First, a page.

Review: THEESatisfaction, 'EarthEE'
THEESatisfaction opens its second album, EarthEE, with the lines, "Said the bird to the water: May I take a sip? May I dip my toes in it?" Whether the introduction is meant as an avian parable or, more likely, a declaration of intent, it effectively functions as a disclaimer identical to the one cheekily issued by Beyoncé halfway through "Blow": I'm about to get into this. In both cases, the warning is purely decorative. Beyoncé waited until the middle of an explicitly sexual song to deem it "for all my grown women," and THEESatisfaction is asking to dip its toes in now, two records and seven years into a genre-melting career that has never waited for permission.
EarthEE, like the Seattle duo's 2012 debut awE naturalE, is immersive almost to the point of hypnosis. Blending electronica, R&B, neo-soul, avant-garde hip-hop, and an expansive Afro-futuristic philosophy, Cat Harris-White and Stas Irons have constructed a cosmology of political consciousness, poetic lyricism and viscous, funky instrumentation that sticks like cooling caramel. In a manner more befitting speculative fiction than pop radio, Harris-White and Irons have always concerned themselves with galaxy-building — their albums, videos and performances don't arrive in this world so much as reveal theirs. This is partly thanks to the unusually intimate way Irons' and Harris-White's vocals interact, as they echo, bolster and respond to each other with urgency and empathy inherent to the spoken-word scene in which they first met. More than half the tracks here are collaborations with Shabazz Palaces, Meshell Ndegeocello, Taylor Brown and/or Erik Blood, as well, furthering the impression of the pair as ascending the throne of futuristic, innovative groove-royalty.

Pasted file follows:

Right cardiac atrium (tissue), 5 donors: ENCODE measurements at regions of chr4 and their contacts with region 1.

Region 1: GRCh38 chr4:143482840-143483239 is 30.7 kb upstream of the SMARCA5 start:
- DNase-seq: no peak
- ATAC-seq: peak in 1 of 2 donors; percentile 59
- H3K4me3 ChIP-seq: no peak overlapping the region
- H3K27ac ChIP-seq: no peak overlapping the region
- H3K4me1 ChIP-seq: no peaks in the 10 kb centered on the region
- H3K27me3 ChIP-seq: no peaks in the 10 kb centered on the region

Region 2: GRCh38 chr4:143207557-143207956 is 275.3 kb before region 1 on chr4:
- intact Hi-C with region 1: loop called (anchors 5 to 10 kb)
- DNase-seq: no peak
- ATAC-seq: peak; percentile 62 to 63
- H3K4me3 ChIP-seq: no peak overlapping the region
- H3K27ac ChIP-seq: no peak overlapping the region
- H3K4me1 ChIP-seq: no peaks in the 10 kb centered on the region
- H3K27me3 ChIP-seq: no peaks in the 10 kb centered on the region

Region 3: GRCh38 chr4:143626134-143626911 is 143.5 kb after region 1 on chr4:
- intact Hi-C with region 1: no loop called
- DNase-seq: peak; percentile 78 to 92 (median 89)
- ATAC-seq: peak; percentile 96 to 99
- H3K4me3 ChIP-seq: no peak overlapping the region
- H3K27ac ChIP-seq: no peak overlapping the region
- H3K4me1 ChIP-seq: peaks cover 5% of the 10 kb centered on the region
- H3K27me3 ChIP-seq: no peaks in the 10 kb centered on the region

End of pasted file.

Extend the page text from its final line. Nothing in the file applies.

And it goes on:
In both register and tone, EarthEE is much lower than the comparably playful awE naturalE. Harris-White and Irons dial back the animation in their deliveries, and make up for it by upping this album's lyrical ante. "Planet For Sale," "Post Black Anyway," "Recognition" and "Fetch/Catch" are intense, percussive portraits juxtaposing a bleak, apathetic present with visions of an enlightened future. This, above all, is what defines THEESatisfaction: a knockout punch of consciousness-raising embedded in a deceptively easygoing beat. In theory, EarthEE is a cosmic, funky dance party. In practice, it's a revolution.
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